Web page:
SINGAPORE (Reuters Life!) - Who says you can’t have it all? An Asian hotelier is offering luxury, boutique resorts at idyllic destinations and their carbon footprint is small, too.
Singapore-based Alila Hotels and Resorts, which has properties in the Maldives, Thailand, Laos and Indonesia, is one of a handful of hoteliers in the Asia Pacific region that are leading in sustainable tourism, according to independent industry environmental advisory group EC3 Global.
Sustainable tourism aims to make travelers aware of their impact on the environment, both natural and cultural, of their destination, and spans everything from hotel design and construction to what is served on the menu.
“We believe in creating something unique that supports the local environment, and on having very little impact on that environment,” Sean Brennan, general manager of the Alila Villas Uluwatu in Bali, Indonesia, which opened last month.
“Too long, too many hotels have given too much hot air about the environment, but nobody has really made a difference. What we’re doing is not limiting the luxury, just using smart design.”
The Uluwatu villas was designed and built according to EC3 Global’s “Green Globe” benchmark, and is one of three Alila hotels in Bali. The older properties also have green programs.
In Asia Pacific, 39 hotels have Green Globe certification and Andre Russ, EC3 Global’s head of global markets, said the region’s tourism industry had espoused environmental standards much faster than other parts of the world.
“Many countries in the region really rely on tourism and recently we have seen a shift in the way hoteliers in the Asia Pacific together with tourism destinations address sustainability,” he told Reuters.
“This holistic approach, addressing not only the design, but operational performance of an asset is to be applauded.”
Alila, which has an in-house environmental adviser and whose headquarters are carbon neutral, is opening a fourth, all-villa luxury resort on Bali, the Alila Villas Soori, in November and says their business from now will only be green.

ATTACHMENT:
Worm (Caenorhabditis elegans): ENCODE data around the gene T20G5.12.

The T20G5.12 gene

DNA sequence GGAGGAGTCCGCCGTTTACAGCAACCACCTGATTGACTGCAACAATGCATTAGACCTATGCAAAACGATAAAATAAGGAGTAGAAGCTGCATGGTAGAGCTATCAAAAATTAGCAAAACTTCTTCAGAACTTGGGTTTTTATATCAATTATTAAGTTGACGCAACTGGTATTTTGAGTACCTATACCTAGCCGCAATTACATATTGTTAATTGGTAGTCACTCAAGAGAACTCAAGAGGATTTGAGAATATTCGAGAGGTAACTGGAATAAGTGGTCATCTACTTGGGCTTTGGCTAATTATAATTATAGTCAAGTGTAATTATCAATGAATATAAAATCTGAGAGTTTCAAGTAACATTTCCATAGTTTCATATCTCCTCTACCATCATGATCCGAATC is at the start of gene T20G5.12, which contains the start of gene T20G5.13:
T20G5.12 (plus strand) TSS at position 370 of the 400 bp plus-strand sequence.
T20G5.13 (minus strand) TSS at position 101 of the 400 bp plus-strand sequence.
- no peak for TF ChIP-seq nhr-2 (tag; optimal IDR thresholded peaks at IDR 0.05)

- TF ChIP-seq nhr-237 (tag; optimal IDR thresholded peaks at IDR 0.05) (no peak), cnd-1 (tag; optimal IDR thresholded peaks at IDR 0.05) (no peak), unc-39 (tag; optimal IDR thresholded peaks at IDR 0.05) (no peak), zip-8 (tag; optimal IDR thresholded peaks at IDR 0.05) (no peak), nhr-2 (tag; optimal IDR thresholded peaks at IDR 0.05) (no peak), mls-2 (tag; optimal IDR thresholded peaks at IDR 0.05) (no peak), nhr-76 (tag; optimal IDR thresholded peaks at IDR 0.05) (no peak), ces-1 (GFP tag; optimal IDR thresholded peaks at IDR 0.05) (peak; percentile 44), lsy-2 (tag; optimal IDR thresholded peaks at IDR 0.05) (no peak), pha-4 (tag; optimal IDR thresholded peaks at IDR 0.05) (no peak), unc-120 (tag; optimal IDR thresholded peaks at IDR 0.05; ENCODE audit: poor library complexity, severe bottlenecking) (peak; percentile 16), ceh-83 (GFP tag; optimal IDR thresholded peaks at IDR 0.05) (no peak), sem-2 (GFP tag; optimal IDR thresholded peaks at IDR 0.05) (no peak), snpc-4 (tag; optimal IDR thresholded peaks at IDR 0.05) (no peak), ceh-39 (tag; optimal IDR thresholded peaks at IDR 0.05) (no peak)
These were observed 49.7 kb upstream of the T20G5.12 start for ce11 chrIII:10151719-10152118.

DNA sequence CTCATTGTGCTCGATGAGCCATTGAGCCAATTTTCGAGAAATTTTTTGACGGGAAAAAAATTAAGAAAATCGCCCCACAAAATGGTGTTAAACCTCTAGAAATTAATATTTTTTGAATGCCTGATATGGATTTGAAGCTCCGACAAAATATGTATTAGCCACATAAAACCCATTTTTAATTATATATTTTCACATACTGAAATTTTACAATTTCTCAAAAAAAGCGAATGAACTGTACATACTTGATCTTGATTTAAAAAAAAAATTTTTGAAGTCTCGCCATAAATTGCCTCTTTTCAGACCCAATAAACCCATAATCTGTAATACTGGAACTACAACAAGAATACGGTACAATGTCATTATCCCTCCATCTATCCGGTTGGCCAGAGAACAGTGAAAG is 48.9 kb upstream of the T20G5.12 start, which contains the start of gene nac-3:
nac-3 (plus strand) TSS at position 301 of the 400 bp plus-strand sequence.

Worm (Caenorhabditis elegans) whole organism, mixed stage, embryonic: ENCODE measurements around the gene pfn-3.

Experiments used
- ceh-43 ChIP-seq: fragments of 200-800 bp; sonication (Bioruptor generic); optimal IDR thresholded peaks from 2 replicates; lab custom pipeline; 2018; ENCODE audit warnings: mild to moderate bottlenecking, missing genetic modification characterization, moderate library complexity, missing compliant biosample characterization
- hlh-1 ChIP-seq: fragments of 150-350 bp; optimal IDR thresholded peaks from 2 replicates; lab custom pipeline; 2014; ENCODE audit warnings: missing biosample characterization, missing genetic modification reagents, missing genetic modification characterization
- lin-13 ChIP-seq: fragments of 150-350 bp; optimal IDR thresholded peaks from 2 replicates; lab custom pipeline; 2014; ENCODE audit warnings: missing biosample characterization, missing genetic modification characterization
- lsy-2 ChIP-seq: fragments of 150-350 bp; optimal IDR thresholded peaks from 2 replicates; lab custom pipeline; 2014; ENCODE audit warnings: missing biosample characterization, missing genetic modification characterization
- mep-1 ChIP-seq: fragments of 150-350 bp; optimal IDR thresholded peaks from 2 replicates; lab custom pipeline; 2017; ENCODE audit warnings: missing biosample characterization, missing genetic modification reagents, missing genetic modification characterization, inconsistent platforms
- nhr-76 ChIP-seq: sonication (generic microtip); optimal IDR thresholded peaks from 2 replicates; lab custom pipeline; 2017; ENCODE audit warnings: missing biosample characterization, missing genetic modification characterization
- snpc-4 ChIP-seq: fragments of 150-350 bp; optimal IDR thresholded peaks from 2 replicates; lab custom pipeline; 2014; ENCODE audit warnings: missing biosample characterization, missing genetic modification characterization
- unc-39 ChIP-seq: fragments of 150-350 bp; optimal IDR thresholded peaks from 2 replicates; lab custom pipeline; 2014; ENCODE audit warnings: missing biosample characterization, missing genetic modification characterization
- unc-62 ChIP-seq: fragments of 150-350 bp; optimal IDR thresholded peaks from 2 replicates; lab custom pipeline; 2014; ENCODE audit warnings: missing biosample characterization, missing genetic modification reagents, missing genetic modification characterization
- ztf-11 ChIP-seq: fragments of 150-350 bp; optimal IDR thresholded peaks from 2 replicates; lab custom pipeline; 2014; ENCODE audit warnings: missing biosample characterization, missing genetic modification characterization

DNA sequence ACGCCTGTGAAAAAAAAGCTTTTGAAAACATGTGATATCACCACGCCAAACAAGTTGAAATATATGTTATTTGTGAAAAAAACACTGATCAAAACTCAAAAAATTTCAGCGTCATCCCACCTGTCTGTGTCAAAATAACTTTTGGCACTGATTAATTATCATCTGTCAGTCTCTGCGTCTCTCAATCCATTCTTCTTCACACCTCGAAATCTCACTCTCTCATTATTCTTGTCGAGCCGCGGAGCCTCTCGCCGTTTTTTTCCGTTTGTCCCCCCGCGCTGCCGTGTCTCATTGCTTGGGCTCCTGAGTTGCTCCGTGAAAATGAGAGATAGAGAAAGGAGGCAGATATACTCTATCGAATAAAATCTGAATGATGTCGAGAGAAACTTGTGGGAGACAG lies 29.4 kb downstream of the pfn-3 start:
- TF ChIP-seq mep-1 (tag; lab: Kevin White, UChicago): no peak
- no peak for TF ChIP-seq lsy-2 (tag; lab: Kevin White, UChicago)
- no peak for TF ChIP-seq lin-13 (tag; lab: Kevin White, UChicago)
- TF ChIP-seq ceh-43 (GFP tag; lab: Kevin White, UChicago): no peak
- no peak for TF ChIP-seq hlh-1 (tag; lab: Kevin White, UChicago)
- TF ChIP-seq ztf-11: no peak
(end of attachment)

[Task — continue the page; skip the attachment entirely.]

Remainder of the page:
“We’re aware that our planet is dying,” said Jessica Siswantoro from Alila. “We have to give something back.”
The hotel group is also getting something back — its Uluwatu property, where rates start at $725 a night, have seen 87 percent occupancy since opening, despite the global recession.
Brennan said a third of all guests were coming to the hotel because of its environmental and social credentials. More than half the staff are locals and the hotel also supports Balinese artists and performers, as well as local charities.
“There are only three items on the menu that are not locally sourced — the beef, the lamb and the cheese,” he said. “We go to the nth degree to make sure everything is environmentally sound.”
The Alila hotels are designed to blend in with the local landscape and maximize sea breezes for cooling and the sun for heating. They are constructed largely by hand, using bricks made from local materials and furniture made from wood once used in telegraph poles and railway lines.
Pools are filled with salt, not chlorinated, water and local shrubs form the landscape.
Soo K. Chan, design director of architects SCDA which works with Alila, said it takes at least twice as long to design and build a hotel that meets sustainable tourism requirements, and it is also significantly more expensive.
“But it’s also much more challenging and in the long-run, it’s cheaper to run because of the efficiency element,” he said.
“And it’s rewarding,” added Brennan. “Much more rewarding than doing the chain or tower hotel approach.”
Editing by Alex Richardson